Thursday 1st November 2001
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When it comes to disaster, it's helpful to find a culprit. The ravings of hirsute rock-dweller Osama bin Laden, for example, have become the cathartic focus of American rage. It helps to pin the blame.
So what about New Zealand's own mini-disaster, Air New Zealand? Candidates for the stake are kind of obvious: Gary Toomey, Helen Clark, September 11, Ansett. But not that obvious. Gary Toomey took on the job well after the damage was done. And only the Australians could blame the Prime Minister of a country with a privatised airline. September 11 was a nail in the coffin, but Auckland International Airport statistics show an increase in passengers in the two weeks after the terrorist attack, compared with the year before.
Even if the stick points back to Air New Zealand's Ansett purchase, you've got to ask who made the decision to buy, why, and how come it damaged the mother ship? Answers to those questions take us right back to the door of two men - Air New Zealand's recently resigned chairman Selwyn Cushing and his predecessor Bob Matthew - and the company they represented, Brierley Investments. That both men were chairmen of Air New Zealand and also of its most powerful shareholder, Brierleys, raises a key issue in the debacle.
It's important to stress that there's no wrongdoing being suggested here, nothing that breaks any laws. What there does seem to be, in Unlimited's opinion, is a conflict of interest that arose in regard to two important decisions - a conflict of interest that should not have arisen. First, the decision by Air New Zealand to pay dividends and second, the decision to buy the second half of Ansett. Both moves turned out to be considerably more beneficial to the interests of Brierleys than those of Air New Zealand.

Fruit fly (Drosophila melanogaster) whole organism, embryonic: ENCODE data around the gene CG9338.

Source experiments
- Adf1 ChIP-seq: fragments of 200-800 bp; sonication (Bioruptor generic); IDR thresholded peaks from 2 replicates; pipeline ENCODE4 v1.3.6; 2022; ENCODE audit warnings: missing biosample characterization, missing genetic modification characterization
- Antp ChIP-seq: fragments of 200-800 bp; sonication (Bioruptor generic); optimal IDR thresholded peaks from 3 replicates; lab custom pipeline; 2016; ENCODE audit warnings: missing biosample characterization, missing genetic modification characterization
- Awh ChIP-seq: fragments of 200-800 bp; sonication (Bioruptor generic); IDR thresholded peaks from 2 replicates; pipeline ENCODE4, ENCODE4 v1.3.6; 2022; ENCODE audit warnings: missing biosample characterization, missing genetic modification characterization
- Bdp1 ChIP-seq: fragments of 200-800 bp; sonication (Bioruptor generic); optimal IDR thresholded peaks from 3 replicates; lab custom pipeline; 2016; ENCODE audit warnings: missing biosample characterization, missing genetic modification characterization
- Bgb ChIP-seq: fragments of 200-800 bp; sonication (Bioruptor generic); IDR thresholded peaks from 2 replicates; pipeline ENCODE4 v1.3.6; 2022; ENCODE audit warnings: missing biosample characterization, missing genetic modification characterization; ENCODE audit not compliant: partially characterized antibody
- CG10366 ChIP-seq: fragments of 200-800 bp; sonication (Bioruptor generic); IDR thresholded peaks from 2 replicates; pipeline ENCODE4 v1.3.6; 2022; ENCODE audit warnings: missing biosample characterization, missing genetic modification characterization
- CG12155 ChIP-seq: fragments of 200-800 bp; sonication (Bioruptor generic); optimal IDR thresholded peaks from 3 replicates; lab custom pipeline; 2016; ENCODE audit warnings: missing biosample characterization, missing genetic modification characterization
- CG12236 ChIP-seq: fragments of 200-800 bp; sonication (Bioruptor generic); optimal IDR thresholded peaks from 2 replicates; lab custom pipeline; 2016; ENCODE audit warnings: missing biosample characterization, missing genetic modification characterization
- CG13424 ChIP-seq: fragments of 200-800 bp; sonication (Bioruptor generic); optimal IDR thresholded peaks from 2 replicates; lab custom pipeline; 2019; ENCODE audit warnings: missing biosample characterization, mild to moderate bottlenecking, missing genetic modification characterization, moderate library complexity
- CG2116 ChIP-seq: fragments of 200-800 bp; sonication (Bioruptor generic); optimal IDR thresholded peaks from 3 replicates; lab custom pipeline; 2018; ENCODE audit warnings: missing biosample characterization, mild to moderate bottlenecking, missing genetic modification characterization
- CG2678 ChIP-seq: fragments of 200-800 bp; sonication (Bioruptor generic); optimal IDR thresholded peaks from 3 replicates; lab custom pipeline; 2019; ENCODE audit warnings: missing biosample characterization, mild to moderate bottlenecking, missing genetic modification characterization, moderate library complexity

Take the Ansett purchase. In early 1999, Cushing announced that Air New Zealand was vetoing Singapore Airline's bid to buy News Corp's 50% of Ansett Holdings (Air New Zealand had held the other 50% of Ansett since September 1996). Instead, it decided to pay News Corp $A580 million and get 100% control.
It's most likely true that Air New Zealand paid too much for the stake and that directors had too little information about Ansett's financial and engineering state. These are well-aired opinions, but are secondary to the main question that should be asked: Why did Air New Zealand buy the second half of Ansett at all? It's not just that it was hopelessly out of its depth buying an airline twice its size. It's just hard to see any benefits - to Air New Zealand, that is.
Cushing argues the deal, once bedded down, would have produced synergies of between $250 million and $350 million a year that couldn't have been achieved with a stake of only 50%. Acting chairman Jim Farmer adds that the second 50% was essential to give Air New Zealand a feeder service from Australia; the company needed a broader base for its international operations. Both men point to two reports - from Booz-Allen & Hamilton and from McKinsey - they say strongly advocated the 100% purchase. However, they won't release the documents.
There is another argument though, that the synergy numbers were optimistic at best and that many of these advantages were possible with just the 50% stake. Many benefits had already been achieved. Between 1996 and 2000, Air New Zealand formed a number of significant airline alliances, including becoming part of the world's largest global alliance, the Star Alliance. It also dramatically boosted the number of routes (therefore, presumably, the number of passengers) into Australia, Asia, the US and Europe. In January 1998 the airline announced a 46% increase in transtasman flights; in May that year it began daily flights between Los Angeles and Sydney; and in January 1999 it increased its daily US code-share flights with United from 34 to 146.
Consider something else. By vetoing Singapore Airline's bid for half of Ansett, Cushing and the rest of the board blocked what might have been a very powerful alliance - Ansett, Air New Zealand and Singapore Airlines - that could have had significant benefits for all three airlines. Cushing argues the principal problem was "capital starvation". Singapore's financial muscle might have helped Ansett, and Air New Zealand's $A580 million could have gone towards the fleet upgrade. Compelling?
The second pertinent, but not well-discussed, fact in Air New Zealand's financial disaster is the airline's dividend policy. Between 1989 and 2001 Air New Zealand paid about $765 million in dividends. That's not that much less than the recent $885 million government bailout of Air New Zealand. Of course, it's not unusual for profitable airlines to pay dividends to their shareholders - British Airways and Singapore Airlines do it, and even American Airlines has paid the odd dividend over the last few years.